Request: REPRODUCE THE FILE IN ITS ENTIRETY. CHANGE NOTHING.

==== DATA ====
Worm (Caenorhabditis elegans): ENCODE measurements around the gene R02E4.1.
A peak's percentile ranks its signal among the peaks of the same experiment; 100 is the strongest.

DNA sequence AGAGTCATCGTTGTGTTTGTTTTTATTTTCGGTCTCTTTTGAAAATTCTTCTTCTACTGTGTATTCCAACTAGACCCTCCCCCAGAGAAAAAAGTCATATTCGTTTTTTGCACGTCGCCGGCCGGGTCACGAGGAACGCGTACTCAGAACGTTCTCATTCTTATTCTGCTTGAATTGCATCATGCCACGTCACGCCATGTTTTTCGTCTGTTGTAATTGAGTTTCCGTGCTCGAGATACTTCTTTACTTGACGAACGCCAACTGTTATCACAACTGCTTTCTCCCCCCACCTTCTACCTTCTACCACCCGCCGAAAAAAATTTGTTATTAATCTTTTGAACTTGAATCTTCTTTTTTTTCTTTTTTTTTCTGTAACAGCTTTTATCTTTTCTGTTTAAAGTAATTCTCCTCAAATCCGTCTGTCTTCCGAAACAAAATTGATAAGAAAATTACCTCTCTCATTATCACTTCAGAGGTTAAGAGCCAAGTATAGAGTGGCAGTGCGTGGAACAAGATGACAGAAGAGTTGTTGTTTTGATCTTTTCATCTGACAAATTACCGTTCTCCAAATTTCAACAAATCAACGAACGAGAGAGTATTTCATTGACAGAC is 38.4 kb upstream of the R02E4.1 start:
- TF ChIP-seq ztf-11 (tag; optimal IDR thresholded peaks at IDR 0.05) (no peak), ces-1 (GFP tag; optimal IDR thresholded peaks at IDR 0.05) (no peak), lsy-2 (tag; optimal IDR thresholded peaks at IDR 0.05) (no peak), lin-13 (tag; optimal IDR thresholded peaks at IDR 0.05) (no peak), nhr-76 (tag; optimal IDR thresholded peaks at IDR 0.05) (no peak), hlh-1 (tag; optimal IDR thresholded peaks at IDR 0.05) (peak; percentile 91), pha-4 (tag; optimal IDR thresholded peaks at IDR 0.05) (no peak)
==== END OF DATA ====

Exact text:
Worm (Caenorhabditis elegans): ENCODE measurements around the gene R02E4.1.
A peak's percentile ranks its signal among the peaks of the same experiment; 100 is the strongest.

DNA sequence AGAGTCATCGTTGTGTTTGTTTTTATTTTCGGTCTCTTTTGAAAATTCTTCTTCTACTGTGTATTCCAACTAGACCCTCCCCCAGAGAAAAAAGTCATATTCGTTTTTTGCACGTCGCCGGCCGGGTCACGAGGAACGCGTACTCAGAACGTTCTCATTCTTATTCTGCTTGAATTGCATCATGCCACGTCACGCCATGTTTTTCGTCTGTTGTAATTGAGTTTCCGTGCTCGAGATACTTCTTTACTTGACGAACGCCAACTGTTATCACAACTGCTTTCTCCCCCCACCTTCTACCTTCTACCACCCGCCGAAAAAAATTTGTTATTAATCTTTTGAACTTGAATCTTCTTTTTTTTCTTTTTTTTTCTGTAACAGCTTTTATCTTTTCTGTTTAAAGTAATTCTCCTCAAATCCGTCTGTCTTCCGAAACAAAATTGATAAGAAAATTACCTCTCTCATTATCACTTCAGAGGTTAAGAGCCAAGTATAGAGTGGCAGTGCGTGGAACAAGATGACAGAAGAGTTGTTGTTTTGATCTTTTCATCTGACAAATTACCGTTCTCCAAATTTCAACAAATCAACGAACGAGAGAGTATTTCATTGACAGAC is 38.4 kb upstream of the R02E4.1 start:
- TF ChIP-seq ztf-11 (tag; optimal IDR thresholded peaks at IDR 0.05) (no peak), ces-1 (GFP tag; optimal IDR thresholded peaks at IDR 0.05) (no peak), lsy-2 (tag; optimal IDR thresholded peaks at IDR 0.05) (no peak), lin-13 (tag; optimal IDR thresholded peaks at IDR 0.05) (no peak), nhr-76 (tag; optimal IDR thresholded peaks at IDR 0.05) (no peak), hlh-1 (tag; optimal IDR thresholded peaks at IDR 0.05) (peak; percentile 91), pha-4 (tag; optimal IDR thresholded peaks at IDR 0.05) (no peak)